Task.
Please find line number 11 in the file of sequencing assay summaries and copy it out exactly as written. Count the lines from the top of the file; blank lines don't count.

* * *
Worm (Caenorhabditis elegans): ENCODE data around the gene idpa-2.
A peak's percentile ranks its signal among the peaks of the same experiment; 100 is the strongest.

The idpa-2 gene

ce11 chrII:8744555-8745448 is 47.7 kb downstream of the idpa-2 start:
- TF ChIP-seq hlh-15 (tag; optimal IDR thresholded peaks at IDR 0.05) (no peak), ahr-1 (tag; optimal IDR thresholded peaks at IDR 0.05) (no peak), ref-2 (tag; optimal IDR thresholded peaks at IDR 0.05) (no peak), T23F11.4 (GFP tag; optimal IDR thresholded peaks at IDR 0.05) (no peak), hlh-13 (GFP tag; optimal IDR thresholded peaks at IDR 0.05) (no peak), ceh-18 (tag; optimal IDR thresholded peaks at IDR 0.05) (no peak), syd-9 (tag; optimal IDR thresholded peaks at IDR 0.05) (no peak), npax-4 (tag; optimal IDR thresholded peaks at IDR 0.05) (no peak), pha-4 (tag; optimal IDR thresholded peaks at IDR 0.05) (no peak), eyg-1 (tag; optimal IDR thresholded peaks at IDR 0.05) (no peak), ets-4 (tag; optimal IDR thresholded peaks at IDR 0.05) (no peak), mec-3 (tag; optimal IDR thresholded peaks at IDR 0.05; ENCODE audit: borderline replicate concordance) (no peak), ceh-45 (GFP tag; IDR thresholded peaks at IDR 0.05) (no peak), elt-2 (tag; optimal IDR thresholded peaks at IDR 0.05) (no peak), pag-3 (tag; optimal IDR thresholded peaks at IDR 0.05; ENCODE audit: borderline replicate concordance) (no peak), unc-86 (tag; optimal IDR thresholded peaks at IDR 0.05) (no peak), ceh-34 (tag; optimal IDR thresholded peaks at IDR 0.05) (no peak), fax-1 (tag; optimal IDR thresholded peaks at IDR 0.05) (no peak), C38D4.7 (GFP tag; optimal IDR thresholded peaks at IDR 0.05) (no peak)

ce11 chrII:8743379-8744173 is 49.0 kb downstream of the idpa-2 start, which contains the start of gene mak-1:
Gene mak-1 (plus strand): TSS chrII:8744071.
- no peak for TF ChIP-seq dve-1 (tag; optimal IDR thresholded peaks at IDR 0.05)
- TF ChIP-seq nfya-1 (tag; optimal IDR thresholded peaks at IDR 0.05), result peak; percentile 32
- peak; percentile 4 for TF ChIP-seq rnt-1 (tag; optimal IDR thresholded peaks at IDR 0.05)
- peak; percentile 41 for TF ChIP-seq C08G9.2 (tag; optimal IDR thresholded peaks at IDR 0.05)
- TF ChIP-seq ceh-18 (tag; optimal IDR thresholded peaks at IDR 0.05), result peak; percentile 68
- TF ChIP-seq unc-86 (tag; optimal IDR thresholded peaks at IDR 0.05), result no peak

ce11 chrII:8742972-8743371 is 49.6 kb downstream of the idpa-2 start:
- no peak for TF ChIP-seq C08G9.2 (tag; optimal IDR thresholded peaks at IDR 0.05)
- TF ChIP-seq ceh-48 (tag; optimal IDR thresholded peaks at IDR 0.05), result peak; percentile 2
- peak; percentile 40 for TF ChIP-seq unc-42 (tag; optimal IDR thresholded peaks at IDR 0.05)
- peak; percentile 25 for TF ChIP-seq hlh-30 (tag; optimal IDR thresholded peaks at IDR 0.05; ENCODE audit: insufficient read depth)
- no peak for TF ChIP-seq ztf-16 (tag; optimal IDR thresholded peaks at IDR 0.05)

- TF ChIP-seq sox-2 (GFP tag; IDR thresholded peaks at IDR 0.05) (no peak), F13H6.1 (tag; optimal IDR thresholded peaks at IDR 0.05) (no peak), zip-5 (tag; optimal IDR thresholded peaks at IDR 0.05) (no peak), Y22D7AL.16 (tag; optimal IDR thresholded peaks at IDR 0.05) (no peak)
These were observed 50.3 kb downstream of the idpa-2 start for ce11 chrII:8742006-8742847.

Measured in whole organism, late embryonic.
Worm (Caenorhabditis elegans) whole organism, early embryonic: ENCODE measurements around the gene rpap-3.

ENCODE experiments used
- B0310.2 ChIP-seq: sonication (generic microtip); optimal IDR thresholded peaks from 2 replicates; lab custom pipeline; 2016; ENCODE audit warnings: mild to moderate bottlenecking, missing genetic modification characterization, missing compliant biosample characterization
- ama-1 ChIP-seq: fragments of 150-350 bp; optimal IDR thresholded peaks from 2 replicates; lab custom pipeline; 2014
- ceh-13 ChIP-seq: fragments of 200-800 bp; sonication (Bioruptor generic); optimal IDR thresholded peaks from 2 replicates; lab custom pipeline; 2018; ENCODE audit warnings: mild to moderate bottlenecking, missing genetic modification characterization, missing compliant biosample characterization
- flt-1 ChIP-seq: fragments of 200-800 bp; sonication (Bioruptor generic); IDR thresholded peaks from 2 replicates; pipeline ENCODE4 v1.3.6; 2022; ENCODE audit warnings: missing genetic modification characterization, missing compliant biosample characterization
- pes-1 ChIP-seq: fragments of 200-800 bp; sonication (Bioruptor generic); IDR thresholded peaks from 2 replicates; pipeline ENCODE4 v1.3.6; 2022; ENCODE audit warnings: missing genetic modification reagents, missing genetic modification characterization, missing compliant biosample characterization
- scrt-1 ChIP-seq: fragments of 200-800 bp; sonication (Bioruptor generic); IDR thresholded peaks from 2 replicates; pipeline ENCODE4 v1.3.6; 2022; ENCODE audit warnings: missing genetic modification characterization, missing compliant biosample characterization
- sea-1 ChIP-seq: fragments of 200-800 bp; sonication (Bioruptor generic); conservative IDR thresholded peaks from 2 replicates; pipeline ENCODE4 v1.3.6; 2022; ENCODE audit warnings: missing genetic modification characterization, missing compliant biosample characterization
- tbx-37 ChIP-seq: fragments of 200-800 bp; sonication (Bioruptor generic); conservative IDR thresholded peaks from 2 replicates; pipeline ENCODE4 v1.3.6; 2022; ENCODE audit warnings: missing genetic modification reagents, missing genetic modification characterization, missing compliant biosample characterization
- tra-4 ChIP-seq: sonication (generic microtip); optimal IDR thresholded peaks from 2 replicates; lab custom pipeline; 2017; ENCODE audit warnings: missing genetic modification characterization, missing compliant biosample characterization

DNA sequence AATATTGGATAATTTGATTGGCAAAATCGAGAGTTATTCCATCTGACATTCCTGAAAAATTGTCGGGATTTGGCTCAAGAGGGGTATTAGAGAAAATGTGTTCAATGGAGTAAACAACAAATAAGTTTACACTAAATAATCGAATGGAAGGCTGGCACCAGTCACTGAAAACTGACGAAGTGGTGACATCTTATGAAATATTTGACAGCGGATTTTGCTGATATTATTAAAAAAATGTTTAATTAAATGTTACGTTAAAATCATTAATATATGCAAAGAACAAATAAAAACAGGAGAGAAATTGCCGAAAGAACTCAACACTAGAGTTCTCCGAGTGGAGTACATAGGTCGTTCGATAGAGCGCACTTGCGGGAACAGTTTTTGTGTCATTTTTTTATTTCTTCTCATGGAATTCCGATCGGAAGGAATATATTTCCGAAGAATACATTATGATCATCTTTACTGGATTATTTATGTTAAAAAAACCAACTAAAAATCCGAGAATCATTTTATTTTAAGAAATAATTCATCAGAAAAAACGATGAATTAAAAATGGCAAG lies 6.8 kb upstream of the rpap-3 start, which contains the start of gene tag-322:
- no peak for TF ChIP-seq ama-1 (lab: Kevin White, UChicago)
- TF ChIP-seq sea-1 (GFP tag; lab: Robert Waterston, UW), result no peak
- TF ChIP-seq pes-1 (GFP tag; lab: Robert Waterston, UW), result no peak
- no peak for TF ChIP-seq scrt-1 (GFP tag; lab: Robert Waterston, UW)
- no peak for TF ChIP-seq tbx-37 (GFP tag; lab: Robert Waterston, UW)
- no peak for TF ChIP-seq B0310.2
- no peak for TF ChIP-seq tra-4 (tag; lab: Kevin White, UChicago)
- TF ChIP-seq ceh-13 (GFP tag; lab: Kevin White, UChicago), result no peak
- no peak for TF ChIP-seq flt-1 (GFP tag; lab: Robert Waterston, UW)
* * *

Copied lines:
- peak; percentile 41 for TF ChIP-seq C08G9.2 (tag; optimal IDR thresholded peaks at IDR 0.05)